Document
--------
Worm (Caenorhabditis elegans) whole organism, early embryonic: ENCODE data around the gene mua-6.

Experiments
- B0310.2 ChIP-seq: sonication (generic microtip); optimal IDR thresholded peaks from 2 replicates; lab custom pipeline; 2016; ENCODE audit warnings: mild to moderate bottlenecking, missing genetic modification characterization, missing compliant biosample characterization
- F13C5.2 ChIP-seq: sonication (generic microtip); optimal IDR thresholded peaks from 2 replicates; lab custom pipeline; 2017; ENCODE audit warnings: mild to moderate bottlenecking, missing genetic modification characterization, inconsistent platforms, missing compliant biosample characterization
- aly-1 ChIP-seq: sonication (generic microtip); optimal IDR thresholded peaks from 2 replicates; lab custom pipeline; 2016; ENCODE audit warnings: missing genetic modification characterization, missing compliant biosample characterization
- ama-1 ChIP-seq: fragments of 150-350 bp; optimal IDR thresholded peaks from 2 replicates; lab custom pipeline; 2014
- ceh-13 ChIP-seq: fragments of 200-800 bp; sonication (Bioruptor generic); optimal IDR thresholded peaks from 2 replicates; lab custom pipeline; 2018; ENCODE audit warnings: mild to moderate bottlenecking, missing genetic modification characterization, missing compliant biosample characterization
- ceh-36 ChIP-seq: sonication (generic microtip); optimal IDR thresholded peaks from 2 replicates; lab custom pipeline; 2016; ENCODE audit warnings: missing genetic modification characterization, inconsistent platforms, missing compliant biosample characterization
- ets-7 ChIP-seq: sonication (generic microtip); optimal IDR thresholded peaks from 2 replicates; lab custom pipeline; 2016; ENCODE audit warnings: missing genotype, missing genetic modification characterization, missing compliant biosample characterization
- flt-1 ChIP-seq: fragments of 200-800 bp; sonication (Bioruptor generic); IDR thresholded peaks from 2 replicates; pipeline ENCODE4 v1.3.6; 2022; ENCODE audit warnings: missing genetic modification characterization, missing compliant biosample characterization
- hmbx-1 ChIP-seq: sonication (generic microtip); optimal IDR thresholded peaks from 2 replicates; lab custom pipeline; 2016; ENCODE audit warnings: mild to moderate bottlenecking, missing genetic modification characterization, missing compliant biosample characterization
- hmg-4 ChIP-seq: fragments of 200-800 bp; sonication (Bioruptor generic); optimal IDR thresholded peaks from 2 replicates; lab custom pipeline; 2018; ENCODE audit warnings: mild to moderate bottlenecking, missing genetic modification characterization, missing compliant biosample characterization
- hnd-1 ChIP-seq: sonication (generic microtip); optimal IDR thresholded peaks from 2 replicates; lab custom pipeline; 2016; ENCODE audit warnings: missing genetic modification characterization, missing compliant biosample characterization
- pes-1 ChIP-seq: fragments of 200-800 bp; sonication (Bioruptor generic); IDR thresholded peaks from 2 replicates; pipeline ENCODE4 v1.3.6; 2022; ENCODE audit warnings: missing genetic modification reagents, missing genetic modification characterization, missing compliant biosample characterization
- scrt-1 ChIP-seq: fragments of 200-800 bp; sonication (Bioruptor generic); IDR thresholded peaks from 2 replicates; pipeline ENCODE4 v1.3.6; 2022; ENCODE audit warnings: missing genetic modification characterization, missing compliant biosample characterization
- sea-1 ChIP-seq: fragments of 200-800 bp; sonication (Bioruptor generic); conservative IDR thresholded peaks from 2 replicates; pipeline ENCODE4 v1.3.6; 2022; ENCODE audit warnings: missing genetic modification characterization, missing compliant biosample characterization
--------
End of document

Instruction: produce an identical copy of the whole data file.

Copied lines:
Worm (Caenorhabditis elegans) whole organism, early embryonic: ENCODE data around the gene mua-6.

Experiments
- B0310.2 ChIP-seq: sonication (generic microtip); optimal IDR thresholded peaks from 2 replicates; lab custom pipeline; 2016; ENCODE audit warnings: mild to moderate bottlenecking, missing genetic modification characterization, missing compliant biosample characterization
- F13C5.2 ChIP-seq: sonication (generic microtip); optimal IDR thresholded peaks from 2 replicates; lab custom pipeline; 2017; ENCODE audit warnings: mild to moderate bottlenecking, missing genetic modification characterization, inconsistent platforms, missing compliant biosample characterization
- aly-1 ChIP-seq: sonication (generic microtip); optimal IDR thresholded peaks from 2 replicates; lab custom pipeline; 2016; ENCODE audit warnings: missing genetic modification characterization, missing compliant biosample characterization
- ama-1 ChIP-seq: fragments of 150-350 bp; optimal IDR thresholded peaks from 2 replicates; lab custom pipeline; 2014
- ceh-13 ChIP-seq: fragments of 200-800 bp; sonication (Bioruptor generic); optimal IDR thresholded peaks from 2 replicates; lab custom pipeline; 2018; ENCODE audit warnings: mild to moderate bottlenecking, missing genetic modification characterization, missing compliant biosample characterization
- ceh-36 ChIP-seq: sonication (generic microtip); optimal IDR thresholded peaks from 2 replicates; lab custom pipeline; 2016; ENCODE audit warnings: missing genetic modification characterization, inconsistent platforms, missing compliant biosample characterization
- ets-7 ChIP-seq: sonication (generic microtip); optimal IDR thresholded peaks from 2 replicates; lab custom pipeline; 2016; ENCODE audit warnings: missing genotype, missing genetic modification characterization, missing compliant biosample characterization
- flt-1 ChIP-seq: fragments of 200-800 bp; sonication (Bioruptor generic); IDR thresholded peaks from 2 replicates; pipeline ENCODE4 v1.3.6; 2022; ENCODE audit warnings: missing genetic modification characterization, missing compliant biosample characterization
- hmbx-1 ChIP-seq: sonication (generic microtip); optimal IDR thresholded peaks from 2 replicates; lab custom pipeline; 2016; ENCODE audit warnings: mild to moderate bottlenecking, missing genetic modification characterization, missing compliant biosample characterization
- hmg-4 ChIP-seq: fragments of 200-800 bp; sonication (Bioruptor generic); optimal IDR thresholded peaks from 2 replicates; lab custom pipeline; 2018; ENCODE audit warnings: mild to moderate bottlenecking, missing genetic modification characterization, missing compliant biosample characterization
- hnd-1 ChIP-seq: sonication (generic microtip); optimal IDR thresholded peaks from 2 replicates; lab custom pipeline; 2016; ENCODE audit warnings: missing genetic modification characterization, missing compliant biosample characterization
- pes-1 ChIP-seq: fragments of 200-800 bp; sonication (Bioruptor generic); IDR thresholded peaks from 2 replicates; pipeline ENCODE4 v1.3.6; 2022; ENCODE audit warnings: missing genetic modification reagents, missing genetic modification characterization, missing compliant biosample characterization
- scrt-1 ChIP-seq: fragments of 200-800 bp; sonication (Bioruptor generic); IDR thresholded peaks from 2 replicates; pipeline ENCODE4 v1.3.6; 2022; ENCODE audit warnings: missing genetic modification characterization, missing compliant biosample characterization
- sea-1 ChIP-seq: fragments of 200-800 bp; sonication (Bioruptor generic); conservative IDR thresholded peaks from 2 replicates; pipeline ENCODE4 v1.3.6; 2022; ENCODE audit warnings: missing genetic modification characterization, missing compliant biosample characterization